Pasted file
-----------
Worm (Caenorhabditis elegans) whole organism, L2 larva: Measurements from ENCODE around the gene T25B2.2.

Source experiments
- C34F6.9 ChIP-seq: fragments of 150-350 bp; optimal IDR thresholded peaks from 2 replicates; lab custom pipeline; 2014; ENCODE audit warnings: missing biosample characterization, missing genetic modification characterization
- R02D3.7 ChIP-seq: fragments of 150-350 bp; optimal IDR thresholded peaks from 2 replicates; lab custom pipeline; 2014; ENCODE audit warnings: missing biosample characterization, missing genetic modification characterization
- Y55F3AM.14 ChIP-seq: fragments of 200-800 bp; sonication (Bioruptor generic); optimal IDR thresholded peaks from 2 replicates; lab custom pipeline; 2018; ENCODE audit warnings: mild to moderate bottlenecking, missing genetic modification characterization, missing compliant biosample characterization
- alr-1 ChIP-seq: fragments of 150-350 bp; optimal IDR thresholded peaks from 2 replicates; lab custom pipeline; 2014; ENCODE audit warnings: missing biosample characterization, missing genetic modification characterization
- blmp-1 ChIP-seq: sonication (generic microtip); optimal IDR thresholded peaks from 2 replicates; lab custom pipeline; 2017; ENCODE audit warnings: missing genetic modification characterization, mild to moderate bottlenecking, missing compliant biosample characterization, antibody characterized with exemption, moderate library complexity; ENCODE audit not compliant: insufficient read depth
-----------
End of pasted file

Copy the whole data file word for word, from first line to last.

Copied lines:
Worm (Caenorhabditis elegans) whole organism, L2 larva: Measurements from ENCODE around the gene T25B2.2.

Source experiments
- C34F6.9 ChIP-seq: fragments of 150-350 bp; optimal IDR thresholded peaks from 2 replicates; lab custom pipeline; 2014; ENCODE audit warnings: missing biosample characterization, missing genetic modification characterization
- R02D3.7 ChIP-seq: fragments of 150-350 bp; optimal IDR thresholded peaks from 2 replicates; lab custom pipeline; 2014; ENCODE audit warnings: missing biosample characterization, missing genetic modification characterization
- Y55F3AM.14 ChIP-seq: fragments of 200-800 bp; sonication (Bioruptor generic); optimal IDR thresholded peaks from 2 replicates; lab custom pipeline; 2018; ENCODE audit warnings: mild to moderate bottlenecking, missing genetic modification characterization, missing compliant biosample characterization
- alr-1 ChIP-seq: fragments of 150-350 bp; optimal IDR thresholded peaks from 2 replicates; lab custom pipeline; 2014; ENCODE audit warnings: missing biosample characterization, missing genetic modification characterization
- blmp-1 ChIP-seq: sonication (generic microtip); optimal IDR thresholded peaks from 2 replicates; lab custom pipeline; 2017; ENCODE audit warnings: missing genetic modification characterization, mild to moderate bottlenecking, missing compliant biosample characterization, antibody characterized with exemption, moderate library complexity; ENCODE audit not compliant: insufficient read depth